Plattsburgh Mayor Colin Read released his proposed budget on August 19th and residents had a chance to weigh in on the plan Friday morning. But no one commented.
The mayor’s proposed $60 million spending plan projects $23.9 million in General Fund revenue and $23.5 million in General Fund expenses, resulting in a surplus between $400,000 and $500,000. It allows for road construction and repaving projects to continue. It also lowers the property tax rate.
Mayor Colin Read opened a public hearing at 11 a.m. Friday at City Hall. “The city of Plattsburgh is holding a public hearing to hear public comments on the mayor’s proposed 2020 budget for the city of Plattsburgh. Any individuals intending to comment today please come and sign up. Well then I can close the public hearing.”
The only resident who attended did not comment. He said he came to hear what others thought of the plan since he had been out of town and hadn’t had a chance to review it.
Following the hearing Mayor Read was asked what he thought of the sparse turnout. “We typically don’t have people come to the public hearing on the budget. I think the most important work was either presented a couple of weeks ago or will be presented through deliberations of the council so people have an awful lot of opportunity to still comment. And there’s going to be changes made almost for sure. I think there’s going to be a lot of room for comment. I think people understand that. And I think overall people are pleased that the tax rate is going down yet at the same time still building roads at a pace that hasn’t been seen for perhaps a decade or longer. So I think it’s also a sign that people are assured that we’re really trying to manage the budget with as much fiscal restraint as we can.”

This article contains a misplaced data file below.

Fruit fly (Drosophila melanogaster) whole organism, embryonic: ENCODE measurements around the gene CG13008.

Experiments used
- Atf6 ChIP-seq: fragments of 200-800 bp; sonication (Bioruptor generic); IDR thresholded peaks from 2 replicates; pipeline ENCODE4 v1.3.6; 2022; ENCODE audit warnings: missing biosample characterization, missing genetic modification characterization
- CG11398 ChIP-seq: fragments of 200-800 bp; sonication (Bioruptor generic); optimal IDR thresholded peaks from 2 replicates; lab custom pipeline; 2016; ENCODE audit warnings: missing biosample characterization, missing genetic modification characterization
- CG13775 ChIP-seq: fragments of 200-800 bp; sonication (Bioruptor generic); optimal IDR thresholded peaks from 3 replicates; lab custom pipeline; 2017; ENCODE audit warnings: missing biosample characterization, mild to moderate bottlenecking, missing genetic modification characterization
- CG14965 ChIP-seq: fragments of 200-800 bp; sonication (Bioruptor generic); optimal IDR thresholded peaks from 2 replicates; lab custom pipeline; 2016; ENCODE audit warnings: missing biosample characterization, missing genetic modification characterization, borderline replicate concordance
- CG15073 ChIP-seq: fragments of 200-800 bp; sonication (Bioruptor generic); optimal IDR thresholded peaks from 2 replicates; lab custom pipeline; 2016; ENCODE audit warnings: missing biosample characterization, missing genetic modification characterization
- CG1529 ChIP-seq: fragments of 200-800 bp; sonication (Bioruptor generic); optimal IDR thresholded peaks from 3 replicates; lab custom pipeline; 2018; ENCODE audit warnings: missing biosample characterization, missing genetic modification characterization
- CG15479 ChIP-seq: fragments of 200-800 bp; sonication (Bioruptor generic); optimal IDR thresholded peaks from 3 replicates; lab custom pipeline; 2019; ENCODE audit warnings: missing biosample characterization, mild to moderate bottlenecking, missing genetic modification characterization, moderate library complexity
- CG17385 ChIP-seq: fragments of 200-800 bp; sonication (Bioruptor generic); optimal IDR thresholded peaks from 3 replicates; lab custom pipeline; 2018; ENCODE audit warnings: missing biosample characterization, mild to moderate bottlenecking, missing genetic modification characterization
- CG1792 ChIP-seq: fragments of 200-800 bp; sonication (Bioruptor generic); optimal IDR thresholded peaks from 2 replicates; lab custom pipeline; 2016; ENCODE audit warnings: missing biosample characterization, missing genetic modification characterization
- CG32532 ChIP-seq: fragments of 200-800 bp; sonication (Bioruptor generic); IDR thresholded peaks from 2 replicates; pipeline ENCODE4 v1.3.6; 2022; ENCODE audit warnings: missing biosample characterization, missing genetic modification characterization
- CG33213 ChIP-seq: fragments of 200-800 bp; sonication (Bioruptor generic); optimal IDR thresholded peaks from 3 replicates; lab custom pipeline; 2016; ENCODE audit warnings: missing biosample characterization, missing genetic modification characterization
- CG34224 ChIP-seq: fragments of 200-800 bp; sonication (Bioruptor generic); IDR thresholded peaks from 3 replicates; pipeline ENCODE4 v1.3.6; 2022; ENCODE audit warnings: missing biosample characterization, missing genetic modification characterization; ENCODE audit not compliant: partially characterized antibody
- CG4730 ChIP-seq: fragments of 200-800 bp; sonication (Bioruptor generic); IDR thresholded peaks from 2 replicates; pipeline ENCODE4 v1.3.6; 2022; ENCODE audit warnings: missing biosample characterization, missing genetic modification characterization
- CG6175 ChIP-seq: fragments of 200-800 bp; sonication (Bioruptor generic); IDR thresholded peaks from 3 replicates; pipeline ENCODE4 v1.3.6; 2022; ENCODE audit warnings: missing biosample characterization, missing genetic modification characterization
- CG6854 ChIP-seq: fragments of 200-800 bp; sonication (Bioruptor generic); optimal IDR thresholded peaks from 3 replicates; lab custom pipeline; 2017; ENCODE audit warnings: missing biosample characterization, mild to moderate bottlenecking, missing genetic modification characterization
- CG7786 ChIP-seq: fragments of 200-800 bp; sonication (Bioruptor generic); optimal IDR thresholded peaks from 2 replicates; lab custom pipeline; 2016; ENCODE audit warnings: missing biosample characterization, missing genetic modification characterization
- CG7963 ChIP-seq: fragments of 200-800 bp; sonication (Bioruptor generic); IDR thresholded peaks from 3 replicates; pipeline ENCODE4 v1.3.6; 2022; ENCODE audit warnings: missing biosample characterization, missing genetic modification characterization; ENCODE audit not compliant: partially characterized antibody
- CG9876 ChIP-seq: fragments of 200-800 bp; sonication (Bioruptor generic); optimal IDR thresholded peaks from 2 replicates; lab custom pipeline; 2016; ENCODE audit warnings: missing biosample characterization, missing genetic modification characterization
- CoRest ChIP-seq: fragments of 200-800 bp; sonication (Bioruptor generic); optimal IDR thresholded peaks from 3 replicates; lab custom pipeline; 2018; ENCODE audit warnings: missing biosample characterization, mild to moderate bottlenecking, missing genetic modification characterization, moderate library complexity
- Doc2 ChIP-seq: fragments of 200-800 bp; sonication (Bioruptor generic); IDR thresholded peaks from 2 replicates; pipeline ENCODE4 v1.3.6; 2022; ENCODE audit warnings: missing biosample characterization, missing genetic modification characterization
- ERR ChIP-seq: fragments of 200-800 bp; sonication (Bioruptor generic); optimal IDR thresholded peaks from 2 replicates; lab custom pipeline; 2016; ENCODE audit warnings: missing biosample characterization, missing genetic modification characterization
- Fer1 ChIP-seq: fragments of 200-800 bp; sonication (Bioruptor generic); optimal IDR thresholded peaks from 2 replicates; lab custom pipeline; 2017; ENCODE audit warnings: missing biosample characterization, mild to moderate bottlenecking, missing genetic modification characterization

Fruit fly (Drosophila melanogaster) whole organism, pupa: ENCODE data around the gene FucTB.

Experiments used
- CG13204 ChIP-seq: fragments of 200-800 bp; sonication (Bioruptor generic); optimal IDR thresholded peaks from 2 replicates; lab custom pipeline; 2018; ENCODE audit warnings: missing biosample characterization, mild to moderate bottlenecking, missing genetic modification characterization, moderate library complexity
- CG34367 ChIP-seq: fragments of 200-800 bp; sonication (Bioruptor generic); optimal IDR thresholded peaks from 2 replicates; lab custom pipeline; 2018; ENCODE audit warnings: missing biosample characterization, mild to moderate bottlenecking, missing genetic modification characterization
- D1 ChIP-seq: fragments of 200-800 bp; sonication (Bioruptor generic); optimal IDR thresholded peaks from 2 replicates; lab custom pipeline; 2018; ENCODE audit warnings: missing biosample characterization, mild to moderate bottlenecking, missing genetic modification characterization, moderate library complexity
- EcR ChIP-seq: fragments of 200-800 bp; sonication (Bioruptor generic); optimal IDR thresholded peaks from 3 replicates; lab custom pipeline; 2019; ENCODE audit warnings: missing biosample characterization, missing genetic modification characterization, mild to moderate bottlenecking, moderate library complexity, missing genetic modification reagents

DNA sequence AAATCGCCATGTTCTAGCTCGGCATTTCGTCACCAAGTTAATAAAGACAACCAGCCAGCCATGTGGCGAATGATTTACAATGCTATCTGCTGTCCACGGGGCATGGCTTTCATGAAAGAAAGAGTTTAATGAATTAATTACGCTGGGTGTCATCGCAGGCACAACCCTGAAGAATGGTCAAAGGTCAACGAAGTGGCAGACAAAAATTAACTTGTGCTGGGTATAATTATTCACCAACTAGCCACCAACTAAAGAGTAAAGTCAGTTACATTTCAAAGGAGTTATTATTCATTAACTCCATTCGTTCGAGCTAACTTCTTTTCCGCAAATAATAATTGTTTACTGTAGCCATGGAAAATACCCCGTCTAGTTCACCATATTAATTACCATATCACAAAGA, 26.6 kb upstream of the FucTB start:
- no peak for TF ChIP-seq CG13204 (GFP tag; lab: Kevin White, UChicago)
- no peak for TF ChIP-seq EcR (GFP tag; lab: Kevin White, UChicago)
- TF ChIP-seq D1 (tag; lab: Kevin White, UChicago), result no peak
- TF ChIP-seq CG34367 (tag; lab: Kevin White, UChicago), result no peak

Read outlined a number of items in the proposed budget he believes enhances the city’s financial stability. “They add to our Fund Balance, reduce taxes overall the property tax rate overall to less than $12 per thousand. They reduce expenses and enhance other revenue sources that we are tapping into as well most notably things like mortgage tax. We’ve seen a growth in property tax base from some new developments that have gone in. So those are the highlights that I think are allowing the city to be in a much more firm financial foundation.”
Mayor Pro Tem Ward 2 Democrat Mike Kelly, the council’s Finance Committee Chair, says they are keeping a promise to deliver a balanced budget while providing the best services they can. “This year it seems we have worked collaboratively even before the budget process began. We started talking about it and we received input from each of our councilors. Each of them as you know is a liaison for various departments in the city. So they began looking very hard at their departments and talking about how to cut expenses and enhance value long before the budget was actually written this year. So that’s been a real plus.”
The city charter requires that the mayor submit a budget proposal to the common council by October 1st for the council to consider and revise.